Vishen Lakhiani: So we started out as an online store selling a thousand something programs, but then we decided, “Well, what if we only sold the programs that we truly loved, that I was fully going through?” And that is what created this ship. 10 programs outsold 900 plus. Now the other cool thing is, as our team started going through these programs… Back in 2016, we had about 150 employees. Our employee base transformed. People started losing weight, they started getting deep into meditation. They got so super excited about the changes they were going through. This, in turn, fueled us to be so dedicated to the company that we went through a massive transformation. We started growing as a business by over 50% year on year. And it really was a beautiful cycle. So to this day, we only produce one new program a month. That’s it. In the next 12 months, we are producing 12 programs, but each of them is handcrafted to be the best in the world.

Bryan Collins: What would you say to an entrepreneur who is struggling to achieve the same level of focus, eating their own dog food, so to speak?

Vishen Lakhiani: We’re approaching a world right now where there’s so much variety, and people want quality. Time becomes the most precious commodity. If I’m studying something online, I want to know it’s the best. I want to know that every minute of that experience is going to transform me. Likewise, if I’m watching a movie, I want to watch the best movies, because a movie is still a two-hour investment of time. It’s not about the $9.99 you spend downloading it on iTunes. It’s about the two hours of your time, which is why quality and that dedication to aesthetic ability and transformation is so important here.

Vishen Lakhiani: So if you’re an entrepreneur, I think one of the key things you have to understand is that it’s no longer just about money. We are approaching a world of increasing abundance. It’s about making sure people get the best experience for their time spent. Even if they are in your restaurant, ensuring that the little details matter because time is that precious commodity today.

Bryan Collins: I would agree. I certainly agree with that. One thing that struck me when I look at the Mindvalley courses is they’re more focused on softer skills rather than maybe more technical skills. So for example, you’re probably not going to learn Photoshop, but you are going to learn about… I think meditation was one course that stood out.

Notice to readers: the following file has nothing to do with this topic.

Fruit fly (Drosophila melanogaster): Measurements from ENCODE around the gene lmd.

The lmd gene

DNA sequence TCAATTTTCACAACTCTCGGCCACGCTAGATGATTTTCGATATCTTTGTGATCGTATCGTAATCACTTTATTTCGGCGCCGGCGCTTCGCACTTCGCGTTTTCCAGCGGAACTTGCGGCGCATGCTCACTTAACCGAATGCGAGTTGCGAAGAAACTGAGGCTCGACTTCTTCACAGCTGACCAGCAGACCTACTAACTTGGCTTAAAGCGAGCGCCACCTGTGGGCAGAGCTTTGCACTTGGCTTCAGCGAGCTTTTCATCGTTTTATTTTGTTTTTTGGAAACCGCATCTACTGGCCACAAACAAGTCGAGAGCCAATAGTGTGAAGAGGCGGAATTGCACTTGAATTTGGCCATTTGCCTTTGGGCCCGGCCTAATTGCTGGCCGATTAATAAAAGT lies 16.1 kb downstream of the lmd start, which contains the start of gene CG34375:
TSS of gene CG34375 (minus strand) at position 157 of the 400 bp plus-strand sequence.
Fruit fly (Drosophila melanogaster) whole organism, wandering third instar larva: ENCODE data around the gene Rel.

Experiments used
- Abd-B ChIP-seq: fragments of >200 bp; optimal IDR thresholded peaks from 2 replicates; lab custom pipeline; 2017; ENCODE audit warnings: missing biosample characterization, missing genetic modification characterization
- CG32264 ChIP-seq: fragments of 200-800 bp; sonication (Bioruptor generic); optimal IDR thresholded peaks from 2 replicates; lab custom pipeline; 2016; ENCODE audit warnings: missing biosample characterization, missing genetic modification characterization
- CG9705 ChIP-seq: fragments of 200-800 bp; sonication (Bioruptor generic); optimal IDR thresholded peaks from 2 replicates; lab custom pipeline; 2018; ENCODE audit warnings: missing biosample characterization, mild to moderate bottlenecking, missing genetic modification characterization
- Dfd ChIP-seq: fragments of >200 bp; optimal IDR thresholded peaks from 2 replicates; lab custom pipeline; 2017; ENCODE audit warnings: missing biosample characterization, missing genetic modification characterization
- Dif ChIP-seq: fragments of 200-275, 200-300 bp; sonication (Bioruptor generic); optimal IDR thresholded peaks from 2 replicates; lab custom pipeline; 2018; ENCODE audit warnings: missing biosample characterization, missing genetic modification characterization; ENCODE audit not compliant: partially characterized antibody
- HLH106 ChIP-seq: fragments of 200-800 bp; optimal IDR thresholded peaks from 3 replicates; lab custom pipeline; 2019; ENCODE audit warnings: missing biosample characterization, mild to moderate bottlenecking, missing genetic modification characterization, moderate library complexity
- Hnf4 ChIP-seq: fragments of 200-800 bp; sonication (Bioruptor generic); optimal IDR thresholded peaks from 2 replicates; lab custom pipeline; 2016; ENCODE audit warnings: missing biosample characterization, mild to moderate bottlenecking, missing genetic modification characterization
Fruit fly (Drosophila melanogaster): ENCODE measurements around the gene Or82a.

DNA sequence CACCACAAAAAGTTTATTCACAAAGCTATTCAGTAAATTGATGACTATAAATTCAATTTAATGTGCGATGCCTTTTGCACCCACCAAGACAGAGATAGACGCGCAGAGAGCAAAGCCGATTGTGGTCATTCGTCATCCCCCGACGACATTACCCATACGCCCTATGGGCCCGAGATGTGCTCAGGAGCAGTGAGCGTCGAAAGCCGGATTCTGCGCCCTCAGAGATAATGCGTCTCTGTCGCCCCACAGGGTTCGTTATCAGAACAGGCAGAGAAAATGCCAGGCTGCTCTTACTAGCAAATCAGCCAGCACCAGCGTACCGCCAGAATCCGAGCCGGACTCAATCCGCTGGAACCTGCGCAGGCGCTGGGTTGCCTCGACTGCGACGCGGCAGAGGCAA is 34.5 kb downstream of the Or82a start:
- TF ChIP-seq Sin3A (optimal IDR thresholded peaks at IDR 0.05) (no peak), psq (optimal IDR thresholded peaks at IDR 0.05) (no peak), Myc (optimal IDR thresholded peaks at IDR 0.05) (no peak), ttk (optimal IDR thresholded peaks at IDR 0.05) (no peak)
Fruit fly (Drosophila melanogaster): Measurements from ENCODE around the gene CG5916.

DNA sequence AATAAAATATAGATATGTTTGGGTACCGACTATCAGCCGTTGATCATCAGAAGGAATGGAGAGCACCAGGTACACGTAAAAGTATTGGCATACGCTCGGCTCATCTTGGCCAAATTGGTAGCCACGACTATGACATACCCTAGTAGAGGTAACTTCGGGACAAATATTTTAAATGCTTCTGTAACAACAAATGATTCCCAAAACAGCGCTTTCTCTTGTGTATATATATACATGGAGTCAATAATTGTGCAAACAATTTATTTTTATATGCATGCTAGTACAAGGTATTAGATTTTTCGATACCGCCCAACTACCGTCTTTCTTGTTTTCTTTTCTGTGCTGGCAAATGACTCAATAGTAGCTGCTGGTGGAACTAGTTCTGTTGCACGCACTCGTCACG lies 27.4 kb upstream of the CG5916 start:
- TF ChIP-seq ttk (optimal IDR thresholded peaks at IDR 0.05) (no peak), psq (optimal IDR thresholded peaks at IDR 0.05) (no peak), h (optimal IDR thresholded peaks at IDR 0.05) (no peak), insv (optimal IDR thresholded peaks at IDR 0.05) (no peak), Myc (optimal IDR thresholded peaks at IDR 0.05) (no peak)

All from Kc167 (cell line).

Vishen Lakhiani: Exactly.

Bryan Collins: Was that a conscious choice?

Vishen Lakhiani: That is an absolutely conscious choice, and the reason for that is because the gap in our education model today is in soft skills. We know, for example, that if you want to be successful as an entrepreneur or if you want to be successful in work, the most important thing that matters is not the skill, but the attitude. There’s numerous research in a concept called positivity quotient. There’s even a book written about it called Positive Intelligence. And what they found is that the best performing teams and companies, there is one key determinant and it is the positive intelligence of the team. And what this means is people’s mindset, people’s ratio of good emotions to negative emotions such as stress or anxiety, people’s ability to communicate with each other, which creates empathy and trust, all of these are soft skills. Our education system doesn’t really focus on them.

Vishen Lakhiani: When was the last time you took a university program or university course for empathy and got credit for it, or for positivity and got credit for it, or for mindfulness and got credit for it. I don’t remember any such programs when I had my American education. Yet numerous studies today show that this is what truly leads to success. But here’s the special thing. It doesn’t just lead to success at work, it leads to success in all areas of life. There’s an obsession today with measuring success in terms of two metrics, the size of your paycheck and the size of your title. But this comes at a huge cost, it leads to broken families, broken homes, people overworked, people not getting enough sleep, people seeing their health get messed up, the obesity epidemic hitting us all.

Vishen Lakhiani: But when we measure success from a full 360 spectrum and Mindvalley looks at 12 different dimensions of success. We look at your health, we look at your parenting and your family, we look at your relationship. We look at your emotional state, we look at your character. When you look at success from 12 different dimensions, that’s when the soft skills become even more important because when you learn meditation, it doesn’t just improve your ability at work, and there are numerous studies that show that now, it improves your marriage, it improves your relationship with your kids, it improves your wellbeing. Soft skills are the new hot trend in education, but again, I’m using the word trend liberally. I think this is going to be the key thing that truly matters in future education programs.

Bryan Collins: And do you think those soft skills are useful in the workplace?

Vishen Lakhiani: 100% I just gave you a couple of studies on it. I can go further. If you read the book Happiness Advantage and you read the book Positive Intelligence, all of them cite numerous studies. I’m happy to go into these studies if you want from universities like Yale and Harvard that show that it is the soft skills that truly lead to the success of an entrepreneur or a business.

Bryan Collins: So Mindvalley has a lot of courses by authors and how do you approach turning an author’s idea, and I know you’re an author yourself into a course?

Vishen Lakhiani: To understand that you’ve got to understand the difference between learning and transformation. When you read a book, you’re typically going through a learning process. Learning means your brain is taking on more data, more facts. But the ironic thing about learning is that 24 hours after you put down a book, you will typically forget 80% of what you learned.